Wild cuisines: The recipe for Amazon’s survival

Jan 14, 2019, 6:42 AM EST
(Source: Matt Zimmerman/flickr)
(Source: Matt Zimmerman/flickr)

A gathering of politicians, journalists and chefs in the Peruvian capital Lima in last May gave the world a taste of what they consider as panacea to address the Amazon rainforest’s sustainability challenges.

The flock was encircling tables, decked with exotic delicacies from the rainforest, and the event sought to draw investors to “Expo Amazonica,” an August exhibition of the traditional Amazonian foods, medicinal plants and other overlooked culinary riches, notes BioGraphic.

The whole exercise is driven by the idea that promoting native wild foods of the Amazon instead of raising monocultures such as timber, cacao, and palm oil, could stem the indiscriminate deforestation in the jungle and help save biodiversity while conserving indigenous culture and augmenting income of locals.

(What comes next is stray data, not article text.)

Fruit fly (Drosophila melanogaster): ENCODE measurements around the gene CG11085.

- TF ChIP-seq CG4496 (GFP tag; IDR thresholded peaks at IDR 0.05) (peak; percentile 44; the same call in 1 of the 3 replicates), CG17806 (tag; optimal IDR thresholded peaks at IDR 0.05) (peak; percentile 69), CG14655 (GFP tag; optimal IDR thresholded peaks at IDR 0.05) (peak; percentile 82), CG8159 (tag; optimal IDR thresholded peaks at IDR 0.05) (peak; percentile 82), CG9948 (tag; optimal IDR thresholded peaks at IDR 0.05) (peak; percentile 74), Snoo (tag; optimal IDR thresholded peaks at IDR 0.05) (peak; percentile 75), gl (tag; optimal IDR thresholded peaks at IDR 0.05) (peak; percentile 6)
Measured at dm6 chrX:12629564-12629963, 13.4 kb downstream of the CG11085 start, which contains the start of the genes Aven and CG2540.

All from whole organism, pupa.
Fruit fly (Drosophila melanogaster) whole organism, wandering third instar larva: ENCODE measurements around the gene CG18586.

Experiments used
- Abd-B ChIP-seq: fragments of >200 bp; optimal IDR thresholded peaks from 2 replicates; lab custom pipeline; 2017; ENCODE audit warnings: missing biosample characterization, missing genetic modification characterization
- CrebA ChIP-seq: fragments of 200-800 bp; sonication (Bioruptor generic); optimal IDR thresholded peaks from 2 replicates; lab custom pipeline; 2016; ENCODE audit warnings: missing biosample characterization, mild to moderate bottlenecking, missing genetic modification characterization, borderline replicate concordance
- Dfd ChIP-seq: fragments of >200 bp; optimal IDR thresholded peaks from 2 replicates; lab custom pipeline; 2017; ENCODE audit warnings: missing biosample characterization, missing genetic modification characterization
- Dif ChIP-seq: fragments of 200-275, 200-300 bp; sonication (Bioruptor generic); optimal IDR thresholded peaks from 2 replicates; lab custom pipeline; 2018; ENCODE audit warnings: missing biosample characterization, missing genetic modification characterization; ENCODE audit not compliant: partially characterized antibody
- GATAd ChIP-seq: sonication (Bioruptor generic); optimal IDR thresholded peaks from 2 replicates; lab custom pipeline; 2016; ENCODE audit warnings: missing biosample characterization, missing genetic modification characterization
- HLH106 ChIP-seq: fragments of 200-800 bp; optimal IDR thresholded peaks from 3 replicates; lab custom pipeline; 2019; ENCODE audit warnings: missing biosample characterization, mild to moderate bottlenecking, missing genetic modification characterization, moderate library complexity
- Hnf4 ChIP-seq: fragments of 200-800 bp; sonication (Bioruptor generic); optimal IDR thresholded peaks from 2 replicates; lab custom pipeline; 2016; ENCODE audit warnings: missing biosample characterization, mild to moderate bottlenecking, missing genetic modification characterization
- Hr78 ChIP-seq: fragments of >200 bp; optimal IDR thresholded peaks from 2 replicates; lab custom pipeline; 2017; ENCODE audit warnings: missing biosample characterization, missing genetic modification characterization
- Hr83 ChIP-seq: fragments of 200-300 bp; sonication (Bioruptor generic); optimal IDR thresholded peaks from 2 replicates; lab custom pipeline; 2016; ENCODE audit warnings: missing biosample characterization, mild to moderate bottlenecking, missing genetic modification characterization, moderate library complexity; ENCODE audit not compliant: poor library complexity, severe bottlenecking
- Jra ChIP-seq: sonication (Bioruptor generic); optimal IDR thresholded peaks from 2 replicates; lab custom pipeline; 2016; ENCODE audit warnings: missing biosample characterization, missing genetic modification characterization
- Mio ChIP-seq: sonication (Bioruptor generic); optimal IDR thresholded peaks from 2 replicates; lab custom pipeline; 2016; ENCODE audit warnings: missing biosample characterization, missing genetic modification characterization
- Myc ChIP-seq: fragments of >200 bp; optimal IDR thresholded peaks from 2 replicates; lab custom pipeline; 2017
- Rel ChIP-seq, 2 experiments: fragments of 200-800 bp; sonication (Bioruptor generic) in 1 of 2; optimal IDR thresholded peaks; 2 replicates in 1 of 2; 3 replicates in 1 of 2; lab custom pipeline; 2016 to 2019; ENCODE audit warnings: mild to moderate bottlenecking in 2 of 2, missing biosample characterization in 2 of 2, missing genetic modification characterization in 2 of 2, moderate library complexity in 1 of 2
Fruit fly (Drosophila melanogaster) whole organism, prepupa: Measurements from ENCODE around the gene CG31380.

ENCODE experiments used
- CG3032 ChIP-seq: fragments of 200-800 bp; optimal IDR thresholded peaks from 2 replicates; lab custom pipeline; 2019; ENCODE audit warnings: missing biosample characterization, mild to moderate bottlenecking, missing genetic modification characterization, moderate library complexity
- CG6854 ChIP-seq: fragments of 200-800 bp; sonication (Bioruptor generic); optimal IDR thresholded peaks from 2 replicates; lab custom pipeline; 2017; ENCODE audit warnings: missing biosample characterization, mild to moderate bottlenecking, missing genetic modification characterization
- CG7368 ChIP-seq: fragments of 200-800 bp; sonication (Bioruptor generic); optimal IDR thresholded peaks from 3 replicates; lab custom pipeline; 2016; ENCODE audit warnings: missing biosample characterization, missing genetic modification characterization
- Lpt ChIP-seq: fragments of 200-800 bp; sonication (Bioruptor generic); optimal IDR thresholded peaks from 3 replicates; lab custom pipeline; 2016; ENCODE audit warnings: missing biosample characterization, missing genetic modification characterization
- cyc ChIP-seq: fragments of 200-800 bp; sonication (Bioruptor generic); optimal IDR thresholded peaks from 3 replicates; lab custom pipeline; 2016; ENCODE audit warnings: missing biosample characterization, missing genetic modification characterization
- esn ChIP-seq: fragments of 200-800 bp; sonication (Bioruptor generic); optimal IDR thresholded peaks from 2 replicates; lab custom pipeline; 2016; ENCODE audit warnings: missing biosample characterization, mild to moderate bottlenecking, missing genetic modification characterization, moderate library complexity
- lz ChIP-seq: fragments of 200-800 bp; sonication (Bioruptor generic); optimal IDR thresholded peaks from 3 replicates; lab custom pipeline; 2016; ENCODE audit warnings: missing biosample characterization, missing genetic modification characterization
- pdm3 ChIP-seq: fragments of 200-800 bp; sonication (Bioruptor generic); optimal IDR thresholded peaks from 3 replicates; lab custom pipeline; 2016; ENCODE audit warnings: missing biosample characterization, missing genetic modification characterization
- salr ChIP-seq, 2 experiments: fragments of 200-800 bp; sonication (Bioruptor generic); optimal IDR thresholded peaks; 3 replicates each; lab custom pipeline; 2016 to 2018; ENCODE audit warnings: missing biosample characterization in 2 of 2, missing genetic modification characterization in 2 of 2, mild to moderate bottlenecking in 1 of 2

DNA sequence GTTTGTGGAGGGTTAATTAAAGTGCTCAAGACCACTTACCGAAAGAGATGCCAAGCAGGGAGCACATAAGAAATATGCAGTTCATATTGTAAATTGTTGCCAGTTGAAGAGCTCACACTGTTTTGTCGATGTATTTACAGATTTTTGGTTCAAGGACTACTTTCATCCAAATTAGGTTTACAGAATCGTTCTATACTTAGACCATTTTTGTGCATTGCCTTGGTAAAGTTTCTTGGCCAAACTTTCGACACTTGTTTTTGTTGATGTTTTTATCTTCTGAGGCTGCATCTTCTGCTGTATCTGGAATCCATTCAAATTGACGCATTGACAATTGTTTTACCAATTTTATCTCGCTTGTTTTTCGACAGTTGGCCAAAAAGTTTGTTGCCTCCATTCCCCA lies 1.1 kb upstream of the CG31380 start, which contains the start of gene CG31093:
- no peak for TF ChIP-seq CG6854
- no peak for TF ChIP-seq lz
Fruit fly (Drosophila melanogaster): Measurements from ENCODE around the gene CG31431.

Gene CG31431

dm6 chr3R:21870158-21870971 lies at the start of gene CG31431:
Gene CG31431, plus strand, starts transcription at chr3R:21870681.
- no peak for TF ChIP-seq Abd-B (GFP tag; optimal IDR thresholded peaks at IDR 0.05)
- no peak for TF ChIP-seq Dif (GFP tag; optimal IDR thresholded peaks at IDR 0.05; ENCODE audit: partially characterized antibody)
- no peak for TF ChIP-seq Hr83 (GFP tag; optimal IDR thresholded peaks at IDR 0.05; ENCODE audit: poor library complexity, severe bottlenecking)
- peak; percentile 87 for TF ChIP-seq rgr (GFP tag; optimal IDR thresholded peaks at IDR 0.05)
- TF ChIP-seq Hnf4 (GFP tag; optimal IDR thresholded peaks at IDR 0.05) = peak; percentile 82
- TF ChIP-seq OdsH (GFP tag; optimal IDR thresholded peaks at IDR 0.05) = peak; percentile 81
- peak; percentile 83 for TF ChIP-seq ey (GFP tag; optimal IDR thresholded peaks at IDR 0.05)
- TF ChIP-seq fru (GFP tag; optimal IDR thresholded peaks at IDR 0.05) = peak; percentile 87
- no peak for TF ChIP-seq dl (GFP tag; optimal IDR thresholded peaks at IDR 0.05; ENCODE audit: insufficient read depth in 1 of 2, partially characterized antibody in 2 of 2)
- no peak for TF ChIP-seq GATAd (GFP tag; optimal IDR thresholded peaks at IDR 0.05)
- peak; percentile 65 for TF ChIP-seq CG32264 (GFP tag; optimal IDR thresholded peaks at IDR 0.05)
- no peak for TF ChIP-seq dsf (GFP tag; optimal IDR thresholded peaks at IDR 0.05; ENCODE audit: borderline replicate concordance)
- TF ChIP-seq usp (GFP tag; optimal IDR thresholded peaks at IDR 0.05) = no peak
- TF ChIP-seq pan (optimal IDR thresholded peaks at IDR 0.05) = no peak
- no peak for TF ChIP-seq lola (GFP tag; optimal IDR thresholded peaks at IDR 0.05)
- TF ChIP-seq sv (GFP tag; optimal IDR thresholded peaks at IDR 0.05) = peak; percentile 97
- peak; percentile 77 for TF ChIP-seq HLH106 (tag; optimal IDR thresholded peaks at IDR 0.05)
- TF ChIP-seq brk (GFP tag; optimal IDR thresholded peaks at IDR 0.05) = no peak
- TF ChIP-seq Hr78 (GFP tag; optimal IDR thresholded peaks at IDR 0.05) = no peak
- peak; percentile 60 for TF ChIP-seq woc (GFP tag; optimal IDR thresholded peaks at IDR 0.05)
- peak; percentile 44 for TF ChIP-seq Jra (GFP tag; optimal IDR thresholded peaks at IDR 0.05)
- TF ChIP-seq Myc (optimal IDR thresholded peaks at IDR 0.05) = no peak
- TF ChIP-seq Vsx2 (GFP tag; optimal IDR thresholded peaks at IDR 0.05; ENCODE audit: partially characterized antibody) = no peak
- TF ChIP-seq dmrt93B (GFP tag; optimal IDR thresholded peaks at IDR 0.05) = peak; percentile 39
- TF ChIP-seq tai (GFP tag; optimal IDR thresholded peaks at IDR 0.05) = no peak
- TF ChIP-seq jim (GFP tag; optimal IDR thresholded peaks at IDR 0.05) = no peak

The Gastronomy Association of Ucayali (AGASU), a group comprising of young and established chefs, believes that the native wild foods and medicinal plants of the Amazon could be harnessed by local communities to make profit without harming regional biodiversity although this would be a mammoth task, requiring concerted efforts by Amazon dwellers, chefs, product developers, and policymakers.